Sometime around 1980 a place named Gammons opened in the Peachtree Piedmont shopping center located in the section of Atlanta called Buckhead, the “high-end” district of Atlanta. In was a restaurant/bar, which contained tables with inlaid Backgammon boards.

I quit my job at a bookstore and began punching the proverbial time clock at Gammons, which closed at four am. The Backgammon craze burned brightly for a short period of time, as do most fads, such as putt-putt. Few remember the time when putt-putt was so popular it was on television, and the professional putters earned as much, if not more, that professional golfers.
(http://www.nytimes.com/2005/07/24/magazine/putting-for-the-fences.html)

Although quite popular for centuries, Chess lost its luster after the human World Chess Champion, Garry Kasparov, was defeated by a computer program known as Deep Blue,

a product of the IBM corporation. The defeat by AlphaGo, a computer program from Google’s Deep Mind project, of first Lee Sedol,

one of the all-time great Go players, and then Ke Jie,

currently the top human Go player in the world, has, unlike Chess, been a tremendous boon for the ancient game of Go, which is riding a crest of popularity, while interest in Chess has waned.

I have wondered about the situation in the world considering the rise of China and the decline of the USA.

For example, consider these headlines:

China’s Rise, America’s Fall by Tyler Durden (https://www.zerohedge.com/news/2017-10-25/chinas-rise-americas-fall)

China’s rise didn’t have to mean America’s fall. Then came Trump. By Zachary Karabell(https://www.washingtonpost.com/news/posteverything/wp/2017/11/15/chinas-rise-didnt-have-to-mean-americas-fall-then-came-trump/?utm_term=.59f66290ffff)

Is China’s Rise America’s Fall? by Glenn Luk (https://www.forbes.com/sites/quora/2018/01/03/is-chinas-rise-americas-fall/#41bd7a0d1e5f)

Also to be considered is the stark difference between the two games. It could be that the people of the planet are moving away from the brutal, war like, mindset of a war like game such as Chess and toward a more cerebral game such as Go.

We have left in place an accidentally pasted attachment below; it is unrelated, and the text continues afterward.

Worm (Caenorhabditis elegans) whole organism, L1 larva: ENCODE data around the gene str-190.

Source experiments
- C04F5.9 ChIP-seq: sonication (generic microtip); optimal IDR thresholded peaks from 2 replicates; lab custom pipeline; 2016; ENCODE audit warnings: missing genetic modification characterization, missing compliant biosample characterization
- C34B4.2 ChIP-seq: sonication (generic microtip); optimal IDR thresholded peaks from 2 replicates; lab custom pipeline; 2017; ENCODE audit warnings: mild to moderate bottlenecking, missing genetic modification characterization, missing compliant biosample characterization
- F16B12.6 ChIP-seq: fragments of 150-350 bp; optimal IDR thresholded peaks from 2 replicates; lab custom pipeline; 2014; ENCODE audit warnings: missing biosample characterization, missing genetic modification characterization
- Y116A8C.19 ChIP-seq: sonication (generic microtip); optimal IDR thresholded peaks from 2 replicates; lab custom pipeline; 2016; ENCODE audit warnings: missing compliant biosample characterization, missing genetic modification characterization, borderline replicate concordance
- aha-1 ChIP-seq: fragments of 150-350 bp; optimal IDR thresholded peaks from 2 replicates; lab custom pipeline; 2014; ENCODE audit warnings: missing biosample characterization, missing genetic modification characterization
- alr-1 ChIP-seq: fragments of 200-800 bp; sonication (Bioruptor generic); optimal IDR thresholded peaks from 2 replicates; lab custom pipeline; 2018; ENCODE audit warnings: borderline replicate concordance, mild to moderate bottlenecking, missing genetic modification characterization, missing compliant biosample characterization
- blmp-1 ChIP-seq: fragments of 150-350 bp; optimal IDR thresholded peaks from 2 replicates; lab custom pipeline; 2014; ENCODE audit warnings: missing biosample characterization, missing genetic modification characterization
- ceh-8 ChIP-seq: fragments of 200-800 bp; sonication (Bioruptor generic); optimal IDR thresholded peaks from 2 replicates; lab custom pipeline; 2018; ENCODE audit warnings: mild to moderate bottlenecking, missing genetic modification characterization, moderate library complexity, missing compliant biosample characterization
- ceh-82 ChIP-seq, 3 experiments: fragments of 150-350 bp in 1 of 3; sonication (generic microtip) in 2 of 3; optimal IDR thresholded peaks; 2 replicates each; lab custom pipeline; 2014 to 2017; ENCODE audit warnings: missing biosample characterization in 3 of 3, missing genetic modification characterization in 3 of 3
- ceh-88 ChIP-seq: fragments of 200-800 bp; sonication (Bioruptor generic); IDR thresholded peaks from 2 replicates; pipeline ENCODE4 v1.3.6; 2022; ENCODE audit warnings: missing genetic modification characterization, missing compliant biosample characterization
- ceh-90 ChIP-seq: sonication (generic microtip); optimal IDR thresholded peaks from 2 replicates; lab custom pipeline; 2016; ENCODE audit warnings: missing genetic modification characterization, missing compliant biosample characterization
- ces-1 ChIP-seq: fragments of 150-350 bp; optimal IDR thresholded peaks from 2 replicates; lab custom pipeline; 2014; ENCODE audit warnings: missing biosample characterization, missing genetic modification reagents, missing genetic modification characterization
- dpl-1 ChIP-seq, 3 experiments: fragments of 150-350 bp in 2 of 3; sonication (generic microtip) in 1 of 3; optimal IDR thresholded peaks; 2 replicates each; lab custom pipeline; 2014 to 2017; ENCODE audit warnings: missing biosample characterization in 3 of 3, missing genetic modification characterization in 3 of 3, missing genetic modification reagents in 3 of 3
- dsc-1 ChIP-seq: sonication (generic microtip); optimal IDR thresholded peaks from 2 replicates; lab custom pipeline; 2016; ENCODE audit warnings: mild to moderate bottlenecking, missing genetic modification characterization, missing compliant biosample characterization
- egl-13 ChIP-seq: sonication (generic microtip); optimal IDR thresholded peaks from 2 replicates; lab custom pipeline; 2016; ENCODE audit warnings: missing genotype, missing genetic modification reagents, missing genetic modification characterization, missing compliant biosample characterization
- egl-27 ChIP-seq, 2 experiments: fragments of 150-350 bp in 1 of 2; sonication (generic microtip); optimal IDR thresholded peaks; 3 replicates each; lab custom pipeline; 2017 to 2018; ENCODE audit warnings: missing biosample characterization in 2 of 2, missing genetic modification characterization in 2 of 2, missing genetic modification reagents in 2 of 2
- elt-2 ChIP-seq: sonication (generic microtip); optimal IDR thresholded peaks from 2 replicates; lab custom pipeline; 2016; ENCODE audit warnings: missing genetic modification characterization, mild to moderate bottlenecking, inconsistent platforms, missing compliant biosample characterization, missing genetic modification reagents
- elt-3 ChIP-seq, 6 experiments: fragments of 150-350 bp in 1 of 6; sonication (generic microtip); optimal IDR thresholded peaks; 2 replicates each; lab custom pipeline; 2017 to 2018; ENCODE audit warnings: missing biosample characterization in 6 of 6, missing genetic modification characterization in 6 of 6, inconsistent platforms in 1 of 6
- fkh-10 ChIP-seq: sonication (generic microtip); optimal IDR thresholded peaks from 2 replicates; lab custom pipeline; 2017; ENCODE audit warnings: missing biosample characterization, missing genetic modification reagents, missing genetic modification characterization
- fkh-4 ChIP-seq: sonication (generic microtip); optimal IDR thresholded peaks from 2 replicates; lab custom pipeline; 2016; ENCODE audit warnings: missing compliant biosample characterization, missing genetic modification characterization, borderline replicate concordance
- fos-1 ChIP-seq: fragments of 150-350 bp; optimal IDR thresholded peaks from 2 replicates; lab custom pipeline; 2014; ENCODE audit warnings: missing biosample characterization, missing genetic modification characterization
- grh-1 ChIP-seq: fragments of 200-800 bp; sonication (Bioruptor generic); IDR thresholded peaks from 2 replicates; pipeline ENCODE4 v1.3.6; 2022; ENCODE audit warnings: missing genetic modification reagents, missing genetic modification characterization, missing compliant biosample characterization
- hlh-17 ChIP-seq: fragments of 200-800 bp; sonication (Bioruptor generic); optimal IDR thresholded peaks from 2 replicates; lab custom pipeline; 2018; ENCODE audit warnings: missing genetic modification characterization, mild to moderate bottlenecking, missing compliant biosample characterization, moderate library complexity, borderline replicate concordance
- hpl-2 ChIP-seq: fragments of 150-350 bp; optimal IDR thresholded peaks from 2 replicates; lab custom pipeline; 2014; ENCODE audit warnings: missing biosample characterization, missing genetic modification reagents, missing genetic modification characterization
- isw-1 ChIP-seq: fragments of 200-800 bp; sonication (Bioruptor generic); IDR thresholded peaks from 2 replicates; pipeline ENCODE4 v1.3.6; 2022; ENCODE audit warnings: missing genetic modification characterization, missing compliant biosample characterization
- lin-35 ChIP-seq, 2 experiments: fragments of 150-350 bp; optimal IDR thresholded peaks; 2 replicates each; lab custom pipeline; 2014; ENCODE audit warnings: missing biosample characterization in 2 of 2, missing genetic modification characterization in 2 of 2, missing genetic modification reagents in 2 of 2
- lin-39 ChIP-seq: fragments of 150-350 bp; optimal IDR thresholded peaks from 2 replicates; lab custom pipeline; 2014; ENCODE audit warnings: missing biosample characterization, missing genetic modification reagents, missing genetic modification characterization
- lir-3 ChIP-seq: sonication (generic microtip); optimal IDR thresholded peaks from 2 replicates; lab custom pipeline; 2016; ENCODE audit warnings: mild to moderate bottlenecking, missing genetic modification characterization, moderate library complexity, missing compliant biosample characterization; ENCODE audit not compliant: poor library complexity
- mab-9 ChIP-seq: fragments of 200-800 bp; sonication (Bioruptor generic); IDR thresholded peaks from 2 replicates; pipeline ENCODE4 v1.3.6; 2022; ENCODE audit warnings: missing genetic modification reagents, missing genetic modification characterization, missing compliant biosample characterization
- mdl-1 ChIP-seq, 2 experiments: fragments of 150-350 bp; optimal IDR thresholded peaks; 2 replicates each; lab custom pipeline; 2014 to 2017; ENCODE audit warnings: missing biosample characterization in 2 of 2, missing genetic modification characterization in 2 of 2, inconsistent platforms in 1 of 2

“While in chess or in Chinese chess (xiangqi)


http://georgiachessnews.com/2018/01/09/why-you-need-to-learn-xiangqi-for-playing-better-chess/

the pieces with a certain preordained constraint of movement are on the board when the game begins, the grid is empty at the opening of the Weiqi game. During a chess game, one subtracts pieces; in Weiqi, one adds stones to the surface of the board. In the Classic of Weiqi, the author remarks that “since ancient times, one has never seen two identical Weiqi games.”

“In Written in a Dream, the polymath and statesman Ouyang Xiu (1007-1072), a magister ludi, captures the depth and mystery of Weiqi: “The Weiqi game comes to an end, one is unaware that in the meantime the world has changed.”
http://www.huffingtonpost.com/david-gosset/weiqi-versus-chess_b_6974686.html

Playing With The Polar Bear

An article on the Chessdom website published March 9, 2015, GM Danielsen publishes The Polar Bear System, caught my eye. It begins, “The famous Grandmaster from Iceland – Henrik Danielsen – has published his first edition of The Polar Bear System. GM Danielsen shared, “I have spent 15 years developing the Polar Bear system. Indeed I have turned every stone in the system and lost many games in doing so. Since there is no theory of importance I had to work hard. I read everything about the Dutch defense and used the ideas with reversed colors. So the theory in the book is mainly created with my own games and analysis.”

“The Polar Bear System starts with 1.f4 (the Bird opening) and then fianchetto of the kings, bishop as a mirror image of the Leningrad Dutch.” (http://www.chessdom.com/gm-danielsen-publishes-the-polar-bear-system/)

I have played this system without knowing it was called “The Polar Bear System.” I cannot help but wonder if the chess players down under, in Australia, have developed a Koala Bear System…

I clicked on “See the official website of The Polar Bear System” and saw this, a continuation from above, “I had to select the cream. And turn the cream into a repertoire book. Omitting lines in which I do not believe.